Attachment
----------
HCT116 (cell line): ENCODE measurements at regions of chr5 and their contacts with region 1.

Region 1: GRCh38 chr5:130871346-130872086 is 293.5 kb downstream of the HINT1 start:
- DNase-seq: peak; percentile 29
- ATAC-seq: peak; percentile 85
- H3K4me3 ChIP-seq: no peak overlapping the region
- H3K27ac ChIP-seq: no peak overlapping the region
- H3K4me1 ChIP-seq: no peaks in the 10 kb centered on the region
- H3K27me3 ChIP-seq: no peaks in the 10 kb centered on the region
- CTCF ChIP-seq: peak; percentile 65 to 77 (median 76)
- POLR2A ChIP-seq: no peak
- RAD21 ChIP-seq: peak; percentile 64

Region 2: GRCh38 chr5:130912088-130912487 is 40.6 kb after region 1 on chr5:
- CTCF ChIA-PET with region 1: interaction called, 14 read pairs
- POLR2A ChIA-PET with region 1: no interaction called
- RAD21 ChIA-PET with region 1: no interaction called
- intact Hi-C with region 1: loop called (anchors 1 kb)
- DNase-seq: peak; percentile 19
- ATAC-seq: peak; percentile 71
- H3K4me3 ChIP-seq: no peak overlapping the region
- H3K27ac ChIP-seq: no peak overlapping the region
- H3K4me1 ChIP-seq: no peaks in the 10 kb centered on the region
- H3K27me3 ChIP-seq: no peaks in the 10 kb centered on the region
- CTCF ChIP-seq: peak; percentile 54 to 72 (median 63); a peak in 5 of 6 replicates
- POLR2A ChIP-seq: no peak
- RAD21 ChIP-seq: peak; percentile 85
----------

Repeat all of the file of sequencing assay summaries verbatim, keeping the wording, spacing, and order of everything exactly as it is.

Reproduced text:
HCT116 (cell line): ENCODE measurements at regions of chr5 and their contacts with region 1.

Region 1: GRCh38 chr5:130871346-130872086 is 293.5 kb downstream of the HINT1 start:
- DNase-seq: peak; percentile 29
- ATAC-seq: peak; percentile 85
- H3K4me3 ChIP-seq: no peak overlapping the region
- H3K27ac ChIP-seq: no peak overlapping the region
- H3K4me1 ChIP-seq: no peaks in the 10 kb centered on the region
- H3K27me3 ChIP-seq: no peaks in the 10 kb centered on the region
- CTCF ChIP-seq: peak; percentile 65 to 77 (median 76)
- POLR2A ChIP-seq: no peak
- RAD21 ChIP-seq: peak; percentile 64

Region 2: GRCh38 chr5:130912088-130912487 is 40.6 kb after region 1 on chr5:
- CTCF ChIA-PET with region 1: interaction called, 14 read pairs
- POLR2A ChIA-PET with region 1: no interaction called
- RAD21 ChIA-PET with region 1: no interaction called
- intact Hi-C with region 1: loop called (anchors 1 kb)
- DNase-seq: peak; percentile 19
- ATAC-seq: peak; percentile 71
- H3K4me3 ChIP-seq: no peak overlapping the region
- H3K27ac ChIP-seq: no peak overlapping the region
- H3K4me1 ChIP-seq: no peaks in the 10 kb centered on the region
- H3K27me3 ChIP-seq: no peaks in the 10 kb centered on the region
- CTCF ChIP-seq: peak; percentile 54 to 72 (median 63); a peak in 5 of 6 replicates
- POLR2A ChIP-seq: no peak
- RAD21 ChIP-seq: peak; percentile 85